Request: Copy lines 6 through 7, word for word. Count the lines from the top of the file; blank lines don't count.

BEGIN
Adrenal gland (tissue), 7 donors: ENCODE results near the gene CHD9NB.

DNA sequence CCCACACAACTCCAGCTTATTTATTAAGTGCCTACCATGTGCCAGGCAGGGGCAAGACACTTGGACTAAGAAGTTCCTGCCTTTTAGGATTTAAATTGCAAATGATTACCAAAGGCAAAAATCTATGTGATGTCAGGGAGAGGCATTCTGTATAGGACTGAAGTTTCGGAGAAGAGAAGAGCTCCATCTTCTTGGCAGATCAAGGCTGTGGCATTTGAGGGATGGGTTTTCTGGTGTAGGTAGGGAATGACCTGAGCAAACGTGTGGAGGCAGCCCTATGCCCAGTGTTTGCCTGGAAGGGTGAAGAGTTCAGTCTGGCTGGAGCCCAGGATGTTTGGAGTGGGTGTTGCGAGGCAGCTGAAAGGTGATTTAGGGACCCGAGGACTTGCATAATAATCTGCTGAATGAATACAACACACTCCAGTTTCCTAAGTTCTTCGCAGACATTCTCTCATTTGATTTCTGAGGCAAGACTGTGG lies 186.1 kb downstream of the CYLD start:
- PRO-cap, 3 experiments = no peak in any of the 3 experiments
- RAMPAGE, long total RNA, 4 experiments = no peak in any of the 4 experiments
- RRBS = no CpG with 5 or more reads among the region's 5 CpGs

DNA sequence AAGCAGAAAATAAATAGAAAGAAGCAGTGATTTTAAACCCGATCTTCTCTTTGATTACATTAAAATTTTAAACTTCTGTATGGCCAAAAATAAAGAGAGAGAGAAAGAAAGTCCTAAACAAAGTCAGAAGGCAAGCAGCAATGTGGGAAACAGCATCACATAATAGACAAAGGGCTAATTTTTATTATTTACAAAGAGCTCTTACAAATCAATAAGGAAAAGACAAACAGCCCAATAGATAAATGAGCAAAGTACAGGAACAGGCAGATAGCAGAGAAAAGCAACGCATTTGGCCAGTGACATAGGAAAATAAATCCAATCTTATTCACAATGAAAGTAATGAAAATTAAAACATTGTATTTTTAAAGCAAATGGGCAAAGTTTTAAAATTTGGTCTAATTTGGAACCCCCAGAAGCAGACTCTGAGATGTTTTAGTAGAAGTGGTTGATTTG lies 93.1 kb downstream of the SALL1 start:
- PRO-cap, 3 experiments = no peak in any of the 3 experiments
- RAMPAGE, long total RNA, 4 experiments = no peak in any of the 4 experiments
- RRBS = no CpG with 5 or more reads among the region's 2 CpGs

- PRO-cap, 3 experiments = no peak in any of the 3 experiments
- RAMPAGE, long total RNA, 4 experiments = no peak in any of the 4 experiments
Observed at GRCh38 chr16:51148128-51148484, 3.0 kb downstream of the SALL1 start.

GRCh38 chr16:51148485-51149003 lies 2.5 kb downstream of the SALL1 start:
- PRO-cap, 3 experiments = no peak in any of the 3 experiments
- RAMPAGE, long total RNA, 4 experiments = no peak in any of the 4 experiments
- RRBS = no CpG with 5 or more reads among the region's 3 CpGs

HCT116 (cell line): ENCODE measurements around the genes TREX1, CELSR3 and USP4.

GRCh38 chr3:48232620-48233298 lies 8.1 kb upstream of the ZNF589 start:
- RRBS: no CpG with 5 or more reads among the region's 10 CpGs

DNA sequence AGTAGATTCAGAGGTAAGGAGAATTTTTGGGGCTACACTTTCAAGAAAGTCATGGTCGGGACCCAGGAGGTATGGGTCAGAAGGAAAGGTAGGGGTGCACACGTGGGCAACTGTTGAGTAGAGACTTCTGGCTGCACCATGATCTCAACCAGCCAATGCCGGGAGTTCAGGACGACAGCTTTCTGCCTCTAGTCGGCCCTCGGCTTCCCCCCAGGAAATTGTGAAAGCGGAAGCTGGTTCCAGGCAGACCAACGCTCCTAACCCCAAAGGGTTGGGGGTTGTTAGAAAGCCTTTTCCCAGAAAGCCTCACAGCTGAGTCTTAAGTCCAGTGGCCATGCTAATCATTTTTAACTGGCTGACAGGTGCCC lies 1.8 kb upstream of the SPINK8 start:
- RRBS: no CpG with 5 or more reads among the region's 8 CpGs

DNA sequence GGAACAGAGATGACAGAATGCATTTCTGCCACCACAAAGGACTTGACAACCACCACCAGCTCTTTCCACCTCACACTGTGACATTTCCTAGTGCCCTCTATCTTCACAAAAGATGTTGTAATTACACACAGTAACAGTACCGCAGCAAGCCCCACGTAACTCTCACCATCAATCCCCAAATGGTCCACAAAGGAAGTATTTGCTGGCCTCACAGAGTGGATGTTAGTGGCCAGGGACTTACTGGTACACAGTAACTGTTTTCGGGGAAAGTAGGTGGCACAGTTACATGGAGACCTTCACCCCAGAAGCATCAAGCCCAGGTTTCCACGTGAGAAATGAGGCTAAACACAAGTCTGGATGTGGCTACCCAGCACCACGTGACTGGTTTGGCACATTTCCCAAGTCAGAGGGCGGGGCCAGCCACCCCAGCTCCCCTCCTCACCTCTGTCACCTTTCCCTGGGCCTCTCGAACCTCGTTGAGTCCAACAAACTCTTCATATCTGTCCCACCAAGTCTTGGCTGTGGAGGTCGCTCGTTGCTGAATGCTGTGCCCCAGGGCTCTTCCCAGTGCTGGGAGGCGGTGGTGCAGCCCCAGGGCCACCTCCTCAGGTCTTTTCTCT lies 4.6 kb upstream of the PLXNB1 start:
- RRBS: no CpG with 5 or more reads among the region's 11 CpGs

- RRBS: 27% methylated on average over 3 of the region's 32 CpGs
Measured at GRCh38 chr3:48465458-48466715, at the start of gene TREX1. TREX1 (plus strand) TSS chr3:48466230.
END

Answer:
DNA sequence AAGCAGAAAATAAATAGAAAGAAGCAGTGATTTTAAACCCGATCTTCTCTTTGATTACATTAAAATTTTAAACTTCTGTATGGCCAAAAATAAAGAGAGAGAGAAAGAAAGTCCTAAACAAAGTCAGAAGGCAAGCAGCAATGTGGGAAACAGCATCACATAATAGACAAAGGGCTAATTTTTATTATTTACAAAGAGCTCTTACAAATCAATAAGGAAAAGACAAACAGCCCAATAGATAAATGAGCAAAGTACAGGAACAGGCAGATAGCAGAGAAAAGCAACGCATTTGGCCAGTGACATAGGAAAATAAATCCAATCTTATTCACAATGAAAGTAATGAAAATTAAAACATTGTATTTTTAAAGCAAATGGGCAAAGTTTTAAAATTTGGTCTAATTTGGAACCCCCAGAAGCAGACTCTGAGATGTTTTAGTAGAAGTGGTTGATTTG lies 93.1 kb downstream of the SALL1 start:
- PRO-cap, 3 experiments = no peak in any of the 3 experiments